Today, in my blog, I’m interviewing a very inspiring lady. I actually talked to her years ago but I didn’t get to ask if she still remembers me. I have seen her products a long time ago. For today, I’ll be interviewing a lady named Vida to tell us more about her brand Vida Lim.
I love being hands-on—in business, but most especially, at home. When my kids wake up, I should be the one by their side. My husband brings them to school and I fetch them. There was never a time that we let our help fetch our kids. I have a lot of help at home but I just give instructions on what needs to be prepared. I make sure to have time to unwind, though. I love music! I sing and sometimes play the piano. I love watching TV series, reading books, and shopping online, even while I’m pumping milk for my youngest. As a born-again Christian, I have devotional everyday. I also have a D-Group; we’ll be meeting again every Monday when school starts for the kids. At the end of the day, I make sure everything I do is to please God.
Interview with Vida Lim Ginger: Hi Vida! Can you tell us more about your brand. What is it about and how long have you been in business?
Vida: My jewelry line, Vida Lim, started as a hobby around 2004. I was working with my dad in the family’s hardware business but I really couldn’t work in an industry that doesn’t have anything to do with art! I studied interior design in college but pursuing it as a career would definitely have to be full-time—meaning less time for the family—so I took a jewelry design course at the Fashion Institute of the Philippines. I just tried designing jewelry, creating big, bold, vintage-looking pieces I loved that weren’t available in the market. To my surprise, it did very well! I consigned pieces with stores like Firma and AC+632 around 2010 and eventually launched my website, Facebook page, and Instagram account, where I now sell my collections.
The Vida Lim brand is all about bold, dramatic, and glamorous conversation pieces.
Ginger: Who is your market? Why did you choose this market?
Vida: I cater to a wide market—from yuppies to socialites, from twentysomethings to senior citizens. Perhaps it’s because I have a variety of designs and different price points as well. I have pieces under 3,000 pesos that even those in their 20s can afford, then I have the more expensive, intricate pieces with semi-precious stones.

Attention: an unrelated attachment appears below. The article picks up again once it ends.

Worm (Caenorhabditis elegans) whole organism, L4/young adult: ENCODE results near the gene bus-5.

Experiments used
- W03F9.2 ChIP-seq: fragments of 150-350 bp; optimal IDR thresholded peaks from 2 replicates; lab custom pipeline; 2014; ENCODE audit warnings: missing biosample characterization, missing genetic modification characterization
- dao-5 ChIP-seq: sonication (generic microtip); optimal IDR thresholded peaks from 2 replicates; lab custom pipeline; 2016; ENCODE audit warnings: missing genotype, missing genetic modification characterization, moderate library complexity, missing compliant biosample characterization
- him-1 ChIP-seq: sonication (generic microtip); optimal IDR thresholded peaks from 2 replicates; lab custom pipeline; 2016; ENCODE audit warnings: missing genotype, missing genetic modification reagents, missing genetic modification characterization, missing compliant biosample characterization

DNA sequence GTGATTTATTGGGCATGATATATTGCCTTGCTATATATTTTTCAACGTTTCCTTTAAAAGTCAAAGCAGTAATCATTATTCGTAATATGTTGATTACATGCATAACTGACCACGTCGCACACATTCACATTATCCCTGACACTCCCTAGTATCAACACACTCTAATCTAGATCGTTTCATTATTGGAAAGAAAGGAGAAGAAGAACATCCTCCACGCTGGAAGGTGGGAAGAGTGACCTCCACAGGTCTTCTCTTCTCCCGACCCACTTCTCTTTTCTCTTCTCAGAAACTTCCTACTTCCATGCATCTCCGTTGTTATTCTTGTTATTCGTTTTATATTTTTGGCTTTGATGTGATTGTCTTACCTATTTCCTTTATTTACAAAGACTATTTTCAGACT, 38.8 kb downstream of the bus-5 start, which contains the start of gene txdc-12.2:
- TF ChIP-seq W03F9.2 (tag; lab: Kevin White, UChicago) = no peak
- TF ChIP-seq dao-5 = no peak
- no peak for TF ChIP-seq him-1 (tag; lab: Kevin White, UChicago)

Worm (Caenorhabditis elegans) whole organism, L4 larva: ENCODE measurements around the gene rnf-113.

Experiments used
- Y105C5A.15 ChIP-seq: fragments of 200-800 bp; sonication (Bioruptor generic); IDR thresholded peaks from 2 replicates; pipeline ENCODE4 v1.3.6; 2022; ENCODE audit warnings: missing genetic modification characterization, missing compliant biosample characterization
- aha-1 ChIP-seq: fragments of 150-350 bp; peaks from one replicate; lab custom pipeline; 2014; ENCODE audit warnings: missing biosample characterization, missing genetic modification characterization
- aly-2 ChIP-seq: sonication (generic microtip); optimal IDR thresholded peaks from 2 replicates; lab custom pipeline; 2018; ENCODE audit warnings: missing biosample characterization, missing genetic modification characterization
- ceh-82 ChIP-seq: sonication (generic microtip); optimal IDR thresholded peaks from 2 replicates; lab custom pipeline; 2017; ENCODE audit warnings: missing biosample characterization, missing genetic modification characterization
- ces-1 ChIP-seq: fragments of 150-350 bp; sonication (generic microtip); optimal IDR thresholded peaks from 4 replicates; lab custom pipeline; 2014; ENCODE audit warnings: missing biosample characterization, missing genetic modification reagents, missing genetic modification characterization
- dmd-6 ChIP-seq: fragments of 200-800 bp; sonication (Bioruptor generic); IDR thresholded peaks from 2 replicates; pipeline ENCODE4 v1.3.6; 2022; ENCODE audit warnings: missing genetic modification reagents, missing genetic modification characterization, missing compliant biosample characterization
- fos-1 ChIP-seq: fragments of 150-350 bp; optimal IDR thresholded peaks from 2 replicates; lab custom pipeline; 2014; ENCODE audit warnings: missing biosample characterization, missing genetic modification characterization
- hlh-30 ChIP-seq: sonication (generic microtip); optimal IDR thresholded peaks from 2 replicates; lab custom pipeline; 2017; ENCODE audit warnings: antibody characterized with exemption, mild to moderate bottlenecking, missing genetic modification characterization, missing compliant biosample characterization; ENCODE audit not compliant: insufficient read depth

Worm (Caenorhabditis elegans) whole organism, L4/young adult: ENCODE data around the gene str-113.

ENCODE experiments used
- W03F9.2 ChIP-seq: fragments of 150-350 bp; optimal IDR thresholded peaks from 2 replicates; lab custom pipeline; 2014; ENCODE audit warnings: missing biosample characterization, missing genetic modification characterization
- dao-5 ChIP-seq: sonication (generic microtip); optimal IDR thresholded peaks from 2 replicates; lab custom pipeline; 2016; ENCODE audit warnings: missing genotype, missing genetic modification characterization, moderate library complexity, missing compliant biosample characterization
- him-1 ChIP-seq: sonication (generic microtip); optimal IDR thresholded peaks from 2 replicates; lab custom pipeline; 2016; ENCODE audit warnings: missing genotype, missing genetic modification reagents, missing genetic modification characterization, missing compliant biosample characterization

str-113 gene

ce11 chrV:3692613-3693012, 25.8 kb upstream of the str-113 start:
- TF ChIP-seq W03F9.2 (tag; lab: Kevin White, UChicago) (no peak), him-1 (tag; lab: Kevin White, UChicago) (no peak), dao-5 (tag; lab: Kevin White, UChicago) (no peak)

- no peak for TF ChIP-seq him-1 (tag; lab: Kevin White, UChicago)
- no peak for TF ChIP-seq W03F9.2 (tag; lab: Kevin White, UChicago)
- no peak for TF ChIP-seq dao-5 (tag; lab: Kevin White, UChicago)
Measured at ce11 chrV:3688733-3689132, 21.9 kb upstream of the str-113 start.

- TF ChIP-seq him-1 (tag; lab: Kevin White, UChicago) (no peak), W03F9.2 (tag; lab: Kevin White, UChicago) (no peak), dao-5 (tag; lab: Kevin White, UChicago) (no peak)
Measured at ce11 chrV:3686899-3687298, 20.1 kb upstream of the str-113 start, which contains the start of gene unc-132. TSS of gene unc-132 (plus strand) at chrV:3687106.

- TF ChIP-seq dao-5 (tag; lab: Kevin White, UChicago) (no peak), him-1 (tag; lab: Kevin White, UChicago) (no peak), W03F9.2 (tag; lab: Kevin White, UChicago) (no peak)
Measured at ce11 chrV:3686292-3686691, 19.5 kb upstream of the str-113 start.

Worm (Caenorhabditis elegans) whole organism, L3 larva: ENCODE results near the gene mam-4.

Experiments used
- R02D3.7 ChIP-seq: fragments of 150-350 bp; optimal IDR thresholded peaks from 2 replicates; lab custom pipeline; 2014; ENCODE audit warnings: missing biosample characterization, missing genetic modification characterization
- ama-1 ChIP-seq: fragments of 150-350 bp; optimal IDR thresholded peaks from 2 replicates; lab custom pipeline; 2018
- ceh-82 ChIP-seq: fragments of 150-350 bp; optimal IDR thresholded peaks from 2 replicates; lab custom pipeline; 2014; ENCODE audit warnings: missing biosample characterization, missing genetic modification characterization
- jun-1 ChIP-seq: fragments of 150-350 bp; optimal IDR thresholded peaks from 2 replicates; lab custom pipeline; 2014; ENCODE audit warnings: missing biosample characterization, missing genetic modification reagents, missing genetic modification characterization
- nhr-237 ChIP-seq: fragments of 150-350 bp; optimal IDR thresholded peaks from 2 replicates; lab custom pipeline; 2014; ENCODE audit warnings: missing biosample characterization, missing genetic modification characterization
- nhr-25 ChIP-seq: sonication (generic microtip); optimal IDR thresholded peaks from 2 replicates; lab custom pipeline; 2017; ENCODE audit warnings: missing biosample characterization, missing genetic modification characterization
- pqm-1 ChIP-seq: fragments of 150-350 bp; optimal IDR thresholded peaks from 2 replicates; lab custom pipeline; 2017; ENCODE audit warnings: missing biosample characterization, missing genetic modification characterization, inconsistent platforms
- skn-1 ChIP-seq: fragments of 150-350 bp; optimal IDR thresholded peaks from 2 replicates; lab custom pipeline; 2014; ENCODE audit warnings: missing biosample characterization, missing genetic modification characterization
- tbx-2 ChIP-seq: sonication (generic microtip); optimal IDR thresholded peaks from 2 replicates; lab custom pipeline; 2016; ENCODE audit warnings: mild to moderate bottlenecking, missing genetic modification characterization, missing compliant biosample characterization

Ginger: What are ways that you can do to raise capital?
Vida: Less expenses. There are risks in spending that are not worth it. There are companies that spend millions to market their products even before they’ve really established the company, and sometimes, the money just goes to waste because the campaign doesn’t work. Start small.
Ginger: Were there any obstacles that you faced when you decided to pursue becoming an entrepreneur? What are these?
Vida: Clients who don’t pay.
Ginger: What?! Really, there are clients who don’t pay!
Vida: Yes, and another would be training the workers on how to achieve the level of quality you want for your products. There must be symmetry, the stones need to be protected—and so they need to follow a certain process. It’s tough when your instructions aren’t followed and the quality suffers, and sometimes the materials get ruined.
Those losses are part of the business, though. To be successful, you have to be patient, hardworking, and creative. You also need PR skills. Plus, you need to have faith so that any obstacle wouldn’t hinder you from achieving success.
Ginger: What are three traits that you think an entrepreneur should have when starting their own business?
Vida: An entrepreneur should be hardworking. Being proactive is key in success because if not, the business could be stable, sales may come in, but there may not be significant growth.
There’s also the need for creativity. You do not want your clients to get tired of the products you are offering. You always need to give the clients something different, something to look forward to. That’s why I continue to do my research on different materials and techniques.
Finally, you need to have faith in your business. You need to believe in your product. If you do not believe in your product, how are you going to sell it?
Ginger: Are there any unforgettable moments or lessons that you learned as an entrepreneur?
Vida: It was amazing to see my creations featured in magazines and newspapers for the first time! The first magazine to feature my work was Preview, and for newspapers, I’ll never forget the entire spread about my jewelry line in the Philippine STAR’s YStyle section. I was also thrilled when I first spotted celebrities wearing my pieces.
Ginger: What advice can you give to other entrepreneurs?
Vida: You just have to believe in your product, your brand. You should be able to highlight its benefits. If you really believe in your product, you’ll have faith that you will become successful as long as you are hardworking and patient. You also need to be creative, and you need to be good in dealing with clients.
Ginger: Do you believe that everyone should become entrepreneurs?
Vida: No. We each have our own strengths and weaknesses, and the qualities and skills required of an entrepreneur may not be among somebody’s strengths. It is important to know what you’re good at and focus on honing those skills—whether in putting up your own business or pursuing another career. Stick to your strengths.
Ginger: Thank you so much Vida for taking time out for this interview. I hope that a lot of people will be inspired after reading this!
To contact Vida or to purchase from Vida Lim, here are the contact details: